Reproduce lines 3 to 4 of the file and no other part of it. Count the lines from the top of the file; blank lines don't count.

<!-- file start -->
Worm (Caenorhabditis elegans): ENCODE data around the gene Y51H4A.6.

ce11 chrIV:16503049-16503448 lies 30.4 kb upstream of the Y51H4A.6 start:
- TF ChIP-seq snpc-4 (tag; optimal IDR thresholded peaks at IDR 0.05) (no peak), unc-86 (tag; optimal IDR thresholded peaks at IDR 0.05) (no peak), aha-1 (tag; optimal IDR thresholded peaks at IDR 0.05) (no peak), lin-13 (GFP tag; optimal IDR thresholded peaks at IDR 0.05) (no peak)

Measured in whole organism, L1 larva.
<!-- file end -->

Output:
- TF ChIP-seq snpc-4 (tag; optimal IDR thresholded peaks at IDR 0.05) (no peak), unc-86 (tag; optimal IDR thresholded peaks at IDR 0.05) (no peak), aha-1 (tag; optimal IDR thresholded peaks at IDR 0.05) (no peak), lin-13 (GFP tag; optimal IDR thresholded peaks at IDR 0.05) (no peak)

Measured in whole organism, L1 larva.